This time of year always brings with it a sense of reflection.
As we enter the holiday season, beginning with Thanksgiving, I always feel a strong pull to reflect on all that I have to be grateful for; food, shelter, a loving and healthy family, and the other important people in my life who have help me to become who I am.
One such person in my life was my late dear friend, longtime work partner and co-author Mike Gessford, who coined an acronym that he thought accurately described what our job titles really should be: PICOUP, short for “People In Charge of Unlocking Potential”.
Mike was a PE teacher, but he was really so much more than that, as I imagine all of you are more than your titles, more than just labels.
And really what is a title?
Does it accurately describe what we do? Or can it become a label of sorts? We all have had those kids in our programs… The troublemaker, the smart one, the shy one, the fidgety one, the class clown… Labels can be both powerful and dangerous, as we can really begin to engrain the qualities of the labels we assign and students often will then live up to their labels, both for good and for bad. And you all know that they have their labels for us! The nice one, the mean one, the strict one, the easy one, the fun one, the cool one… the hot one! You know…
Are we “Physical Education Teachers?” and “English Teachers?” or “STEM Program Directors” or “Directors of Out of School Time Programs”? Or are we, like Mike was, teachers who embrace physical education activities and methodologies as a means of helping students to become the best that they can be? Or, are we teachers who embrace and impart our knowledge of the English language and a passion and a love for literature. Or people who are passionate about Science, Technology, Engineering and Mathematics who wish to share our love for these important ways of learning with kids? The same could go for any and all of the content areas.
When I look back at the teachers and impactful adults I had as a youth and at those who made a difference in my life, I don’t really think about the fact that they really knew their grammar and syntax, or “man, he really loved that Pythagorean Theorem!” I remember the teachers and adults who connected with me as a person. I remember the teachers who cared.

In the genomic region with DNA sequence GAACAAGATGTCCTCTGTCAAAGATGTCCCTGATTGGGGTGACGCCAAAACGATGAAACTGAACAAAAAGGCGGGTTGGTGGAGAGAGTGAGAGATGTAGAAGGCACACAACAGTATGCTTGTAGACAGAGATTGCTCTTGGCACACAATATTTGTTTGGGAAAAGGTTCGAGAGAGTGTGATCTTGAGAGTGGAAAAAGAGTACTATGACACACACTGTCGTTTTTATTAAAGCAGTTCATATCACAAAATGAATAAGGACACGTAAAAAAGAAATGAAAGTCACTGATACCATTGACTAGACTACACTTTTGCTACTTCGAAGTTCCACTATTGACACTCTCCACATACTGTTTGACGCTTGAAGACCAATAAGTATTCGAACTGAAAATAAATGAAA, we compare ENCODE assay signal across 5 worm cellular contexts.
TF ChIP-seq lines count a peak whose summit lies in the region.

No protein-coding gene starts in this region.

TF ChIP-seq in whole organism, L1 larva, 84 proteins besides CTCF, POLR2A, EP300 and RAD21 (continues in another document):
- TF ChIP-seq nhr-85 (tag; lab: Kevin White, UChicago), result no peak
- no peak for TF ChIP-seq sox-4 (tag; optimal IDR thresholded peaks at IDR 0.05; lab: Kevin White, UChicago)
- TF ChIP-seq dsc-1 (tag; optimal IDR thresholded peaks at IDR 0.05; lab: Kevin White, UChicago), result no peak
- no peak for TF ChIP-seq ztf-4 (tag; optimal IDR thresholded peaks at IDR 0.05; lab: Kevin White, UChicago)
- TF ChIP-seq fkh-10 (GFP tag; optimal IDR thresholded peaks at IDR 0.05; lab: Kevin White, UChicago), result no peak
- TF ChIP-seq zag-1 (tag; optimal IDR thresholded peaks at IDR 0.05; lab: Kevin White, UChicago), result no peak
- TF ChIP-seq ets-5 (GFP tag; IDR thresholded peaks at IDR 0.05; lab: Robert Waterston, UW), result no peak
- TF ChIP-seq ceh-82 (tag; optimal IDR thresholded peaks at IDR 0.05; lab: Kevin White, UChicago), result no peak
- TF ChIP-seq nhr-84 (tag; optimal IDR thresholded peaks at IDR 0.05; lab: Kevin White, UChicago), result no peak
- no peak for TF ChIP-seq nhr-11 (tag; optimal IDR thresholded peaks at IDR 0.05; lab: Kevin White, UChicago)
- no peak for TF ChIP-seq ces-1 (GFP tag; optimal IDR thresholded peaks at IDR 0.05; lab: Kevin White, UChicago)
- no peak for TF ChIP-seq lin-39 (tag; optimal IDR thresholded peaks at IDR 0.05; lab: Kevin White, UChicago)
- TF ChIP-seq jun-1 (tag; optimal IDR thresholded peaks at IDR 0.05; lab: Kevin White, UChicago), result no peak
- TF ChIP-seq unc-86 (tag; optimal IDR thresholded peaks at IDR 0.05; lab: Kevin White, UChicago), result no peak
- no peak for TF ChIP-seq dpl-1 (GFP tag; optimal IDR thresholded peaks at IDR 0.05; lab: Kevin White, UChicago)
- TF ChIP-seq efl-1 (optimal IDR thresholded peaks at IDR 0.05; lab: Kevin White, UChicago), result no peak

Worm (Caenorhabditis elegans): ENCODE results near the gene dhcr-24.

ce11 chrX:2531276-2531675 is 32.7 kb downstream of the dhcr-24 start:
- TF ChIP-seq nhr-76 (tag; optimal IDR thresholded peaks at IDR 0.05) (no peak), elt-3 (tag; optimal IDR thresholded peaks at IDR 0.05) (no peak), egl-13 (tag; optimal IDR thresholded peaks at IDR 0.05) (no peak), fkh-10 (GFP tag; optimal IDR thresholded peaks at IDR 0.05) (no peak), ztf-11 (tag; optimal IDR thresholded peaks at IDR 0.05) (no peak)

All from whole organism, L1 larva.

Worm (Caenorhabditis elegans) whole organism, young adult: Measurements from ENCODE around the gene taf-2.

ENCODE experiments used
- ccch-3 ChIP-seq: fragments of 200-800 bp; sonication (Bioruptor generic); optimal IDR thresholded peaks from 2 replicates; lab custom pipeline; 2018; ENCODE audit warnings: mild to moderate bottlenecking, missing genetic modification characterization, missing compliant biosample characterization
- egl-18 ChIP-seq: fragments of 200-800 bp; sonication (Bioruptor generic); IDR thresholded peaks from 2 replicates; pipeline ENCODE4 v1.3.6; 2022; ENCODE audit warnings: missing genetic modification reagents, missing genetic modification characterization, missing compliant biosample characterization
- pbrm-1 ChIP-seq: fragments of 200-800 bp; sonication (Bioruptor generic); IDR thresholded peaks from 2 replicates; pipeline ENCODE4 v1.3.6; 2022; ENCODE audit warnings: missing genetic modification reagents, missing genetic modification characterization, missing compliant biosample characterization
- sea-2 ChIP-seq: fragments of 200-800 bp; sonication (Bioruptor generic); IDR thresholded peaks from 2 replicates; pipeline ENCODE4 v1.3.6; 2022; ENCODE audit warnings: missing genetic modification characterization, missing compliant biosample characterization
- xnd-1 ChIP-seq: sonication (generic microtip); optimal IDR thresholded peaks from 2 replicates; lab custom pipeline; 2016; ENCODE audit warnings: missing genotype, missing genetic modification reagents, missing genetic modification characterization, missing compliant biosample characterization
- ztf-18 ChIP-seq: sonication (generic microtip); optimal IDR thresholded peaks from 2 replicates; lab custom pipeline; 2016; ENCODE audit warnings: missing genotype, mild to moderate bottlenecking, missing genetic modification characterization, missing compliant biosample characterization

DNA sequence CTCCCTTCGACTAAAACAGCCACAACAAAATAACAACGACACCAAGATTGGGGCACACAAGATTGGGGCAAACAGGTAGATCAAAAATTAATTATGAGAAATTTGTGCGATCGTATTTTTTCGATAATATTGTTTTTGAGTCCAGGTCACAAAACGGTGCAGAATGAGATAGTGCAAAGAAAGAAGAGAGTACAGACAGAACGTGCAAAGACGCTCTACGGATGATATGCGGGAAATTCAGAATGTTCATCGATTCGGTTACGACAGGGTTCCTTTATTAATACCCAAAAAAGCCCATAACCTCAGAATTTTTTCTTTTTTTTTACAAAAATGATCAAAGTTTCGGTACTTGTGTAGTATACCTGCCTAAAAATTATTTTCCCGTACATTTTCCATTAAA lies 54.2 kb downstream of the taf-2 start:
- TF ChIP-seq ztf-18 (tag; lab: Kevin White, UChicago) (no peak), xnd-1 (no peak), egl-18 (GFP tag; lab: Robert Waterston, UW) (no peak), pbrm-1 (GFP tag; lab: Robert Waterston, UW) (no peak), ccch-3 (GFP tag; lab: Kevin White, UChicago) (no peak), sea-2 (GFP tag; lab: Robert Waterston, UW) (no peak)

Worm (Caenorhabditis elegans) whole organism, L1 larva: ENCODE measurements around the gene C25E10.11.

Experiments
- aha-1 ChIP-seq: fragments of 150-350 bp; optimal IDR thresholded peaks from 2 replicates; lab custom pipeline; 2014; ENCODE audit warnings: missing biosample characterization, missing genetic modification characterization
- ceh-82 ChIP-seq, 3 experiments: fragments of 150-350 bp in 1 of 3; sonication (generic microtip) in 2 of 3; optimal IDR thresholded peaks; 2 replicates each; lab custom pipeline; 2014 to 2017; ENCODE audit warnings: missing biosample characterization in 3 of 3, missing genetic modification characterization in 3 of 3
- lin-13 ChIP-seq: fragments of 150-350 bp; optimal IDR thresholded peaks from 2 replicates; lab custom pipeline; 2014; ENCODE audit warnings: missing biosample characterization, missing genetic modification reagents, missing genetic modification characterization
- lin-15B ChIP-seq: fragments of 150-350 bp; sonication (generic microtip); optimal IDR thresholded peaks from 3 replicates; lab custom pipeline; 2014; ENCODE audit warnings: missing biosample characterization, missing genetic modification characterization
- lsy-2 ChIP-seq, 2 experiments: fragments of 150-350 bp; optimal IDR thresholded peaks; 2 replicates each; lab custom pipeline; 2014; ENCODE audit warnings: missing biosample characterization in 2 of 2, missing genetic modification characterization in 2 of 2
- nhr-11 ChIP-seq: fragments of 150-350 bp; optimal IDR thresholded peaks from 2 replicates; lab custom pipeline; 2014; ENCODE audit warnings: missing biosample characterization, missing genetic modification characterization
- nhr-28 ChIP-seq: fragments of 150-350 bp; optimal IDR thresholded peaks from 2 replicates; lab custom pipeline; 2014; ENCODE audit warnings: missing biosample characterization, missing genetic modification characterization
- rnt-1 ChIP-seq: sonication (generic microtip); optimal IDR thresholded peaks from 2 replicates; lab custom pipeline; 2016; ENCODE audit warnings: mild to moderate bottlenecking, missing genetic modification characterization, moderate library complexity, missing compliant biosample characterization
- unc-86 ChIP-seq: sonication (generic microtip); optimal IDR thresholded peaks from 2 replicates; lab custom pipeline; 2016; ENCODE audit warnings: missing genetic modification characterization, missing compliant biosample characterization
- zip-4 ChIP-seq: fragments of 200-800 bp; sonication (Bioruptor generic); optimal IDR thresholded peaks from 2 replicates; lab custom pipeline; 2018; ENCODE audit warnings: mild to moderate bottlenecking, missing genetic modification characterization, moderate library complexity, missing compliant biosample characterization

I remember the teachers who made learning come alive, who were mindful, passionate and compassionate, fun, playful, and HUMAN. Those are the types of teachers and program leaders who are impactful and nurture and develop people’s potential and love for lifelong learning.
That is the essence of being a PICOUP.
I imagine you all became involved with educating youth because you care. People don’t get into education for the money! Or for the summer vacation! If you did, you might as well just be a babysitter and take the summers off… you’ll make more money! No. We get into the field of education and out of school-time education because we care. And probably because someone in our lives touched us and unlocked our potential and that felt good.
The Power of PICOUP, I believe, lies in making a paradigm shift in how we see ourselves as educators. Making a small shift from being a “teacher” or “instructor” to a facilitator of learning.
When we began our adventure education program, we began our own re-education of teaching methods. Simply instructing or drilling would not work here. The power of this type of learning lies within the ownership of the learning by the group and within and among the individuals of the group. The biggest shift in mindset and methodology was moving from that of a “Teacher” to that of a “facilitator of learning”. When learners are given and assume ownership of their learning, the lessons become meaningful, and therefore have more worth, both on conscious and subconscious levels, and allow learners to arrive at their own “AHA!” moments. When learning is active, fun, and playful, people become immersed in the joy of play and connect to it emotionally.